2015-05-24 - 1:01 p.m.
So the mystery personality disorder is Narcissism. My ex would not at first glance accept the notion that he is a narcissist, because he is not super proud about his looks and he doesn't gaze lovingly into the mirror for hours on end. That is just the basic preconceived notion about narcissism. This commonly accepted image of the narcissist is not all-encompassing or terribly accurate.
Narcissists are not always the flashy, overtly self-promoting type. Some of them have some other thing that they consider to be their special quality. Something about them makes them seem (to themselves) as if they exist higher above us mere mortals. They feel and act as if they are above the rules. They hold up double standards for the people they interact with. In their opinion, it is ok for them to do a thing, but egregiously wrong for others to do the same.
"Particularly in the quieter narcissists, there may not be signs of overt self-reference and promotion. But there is defensiveness and reactive anger if they are not recognized or if they can't get their way."
Bingo! That describes the type of narcissism my ex displays. For him, intelligence is his super power. He is very intelligent and he is known for that. My main complaint about him during our relationship was that he held me to a double standard and always had to have his way. When I did not cave and go entirely his way, he was angry, punitive, and would keep that up until he got me to cave in. This is how he behaved the second time we were a couple. Before he left me the first time, it was all good. Until he disappeared. He was wonderful to me for a few years. However, I was 100% adoring towards him. I was a narcissist's dream.
He did a great job with that initial charming part where the narcissist makes you feel so special and loved. Wow, I ate that stuff up. Here's me, writing about my ex and his psychiatric problems, but you'll notice I'm the dummy that fell so hard for someone that it literally took me YEARS to realize I'd been played. What a maroon!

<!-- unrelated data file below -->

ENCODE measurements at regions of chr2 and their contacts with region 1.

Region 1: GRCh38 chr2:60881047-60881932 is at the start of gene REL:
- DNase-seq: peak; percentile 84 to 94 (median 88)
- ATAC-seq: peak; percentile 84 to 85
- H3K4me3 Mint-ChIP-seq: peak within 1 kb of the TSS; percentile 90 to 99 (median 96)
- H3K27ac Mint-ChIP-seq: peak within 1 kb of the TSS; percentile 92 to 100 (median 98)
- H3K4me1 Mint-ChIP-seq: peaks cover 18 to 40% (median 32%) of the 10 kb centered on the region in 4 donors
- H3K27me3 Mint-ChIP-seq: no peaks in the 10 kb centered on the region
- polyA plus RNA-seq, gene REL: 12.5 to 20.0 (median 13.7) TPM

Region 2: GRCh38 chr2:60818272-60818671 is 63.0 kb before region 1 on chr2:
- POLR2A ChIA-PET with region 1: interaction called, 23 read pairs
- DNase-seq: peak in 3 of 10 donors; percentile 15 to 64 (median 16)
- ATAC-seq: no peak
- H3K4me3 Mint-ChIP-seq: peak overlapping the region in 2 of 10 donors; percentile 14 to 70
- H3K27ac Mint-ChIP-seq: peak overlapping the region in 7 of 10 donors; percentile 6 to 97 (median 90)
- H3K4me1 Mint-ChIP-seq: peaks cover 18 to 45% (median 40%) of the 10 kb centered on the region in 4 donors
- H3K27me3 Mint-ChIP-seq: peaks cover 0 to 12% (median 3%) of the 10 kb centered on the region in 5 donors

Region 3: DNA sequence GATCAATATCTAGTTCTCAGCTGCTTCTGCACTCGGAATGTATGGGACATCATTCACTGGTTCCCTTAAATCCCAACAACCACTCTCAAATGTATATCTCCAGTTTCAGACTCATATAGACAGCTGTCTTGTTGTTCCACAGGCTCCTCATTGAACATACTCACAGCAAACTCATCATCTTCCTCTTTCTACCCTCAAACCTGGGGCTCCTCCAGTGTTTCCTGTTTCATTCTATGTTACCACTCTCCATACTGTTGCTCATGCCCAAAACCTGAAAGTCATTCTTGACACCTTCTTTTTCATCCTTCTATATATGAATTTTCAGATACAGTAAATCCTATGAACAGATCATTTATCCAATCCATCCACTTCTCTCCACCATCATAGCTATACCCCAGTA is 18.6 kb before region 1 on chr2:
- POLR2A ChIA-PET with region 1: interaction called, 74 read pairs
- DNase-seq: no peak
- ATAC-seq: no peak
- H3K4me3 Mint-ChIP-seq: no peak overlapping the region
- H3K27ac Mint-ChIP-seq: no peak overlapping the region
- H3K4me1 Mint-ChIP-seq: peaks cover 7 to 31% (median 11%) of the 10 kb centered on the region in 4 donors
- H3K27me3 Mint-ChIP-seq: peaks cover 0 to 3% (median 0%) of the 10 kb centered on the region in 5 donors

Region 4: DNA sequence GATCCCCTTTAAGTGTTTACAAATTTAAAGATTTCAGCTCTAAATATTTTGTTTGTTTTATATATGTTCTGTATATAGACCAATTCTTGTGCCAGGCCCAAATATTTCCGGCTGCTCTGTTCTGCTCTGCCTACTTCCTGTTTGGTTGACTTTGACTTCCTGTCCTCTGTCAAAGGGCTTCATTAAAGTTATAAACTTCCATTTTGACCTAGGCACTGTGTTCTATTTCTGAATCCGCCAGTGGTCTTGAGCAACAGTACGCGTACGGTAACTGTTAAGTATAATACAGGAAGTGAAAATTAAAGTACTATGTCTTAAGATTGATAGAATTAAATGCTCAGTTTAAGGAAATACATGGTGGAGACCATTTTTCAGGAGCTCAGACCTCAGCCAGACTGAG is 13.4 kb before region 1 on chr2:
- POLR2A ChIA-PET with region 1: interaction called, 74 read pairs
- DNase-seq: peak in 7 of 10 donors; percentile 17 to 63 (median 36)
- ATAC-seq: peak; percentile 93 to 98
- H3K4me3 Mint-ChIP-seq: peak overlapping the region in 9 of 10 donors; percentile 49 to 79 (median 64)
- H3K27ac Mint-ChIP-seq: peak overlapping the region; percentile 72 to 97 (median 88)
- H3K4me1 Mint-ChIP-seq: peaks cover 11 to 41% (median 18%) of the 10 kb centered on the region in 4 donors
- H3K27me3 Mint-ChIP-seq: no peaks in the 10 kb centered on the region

I fell right in line, I played my part really well, especially in the first few years, before he realized I wasn't going to give him what he wanted - to live with me without the real life commitment of marriage. Then he just dropped me and moved on to a girl with no hang ups about shacking up. No biggie. Just trade one female for another. The "female comfort unit" had no feelings to consider. Totally interchangeable are we.
All that talk of me being so special was a means to an end, unbeknownst to me. The second time around, I loved him as much as ever, but I trusted him less due to the unfortunate abandoning I'd gone through at his hands and my fear of a second abandonment. I'm sure that made me seem less adequately adoring to him. He discovered he could charm the pixel panties off of a broad spectrum of women online and that was like crack to him. No wonder he wouldn't give it up.
Meanwhile, I put a lot of work into removing the obstacles that I thought were preventing us from getting married. He always said he wanted to marry me, but getting him to make one single move towards it was like trying to poke a noodle up a tiger's ass.
I made fantastic progress on getting my end of the obstacles out of the way. I had grown my career, had excellent credit, was legally divorced, raised a kid, paid off a house, and moved out of state, to a state he claimed to want to live in. In all this time, he made exactly zero changes. He still owes every defaulted loan, every penny of back child support unpaid, no career, legal problems, tax problems, personality problems. Zero progress was made on his end. Who is the dummy who was still hanging in there? Yep, I thought I could help him straighten out his life and get on track.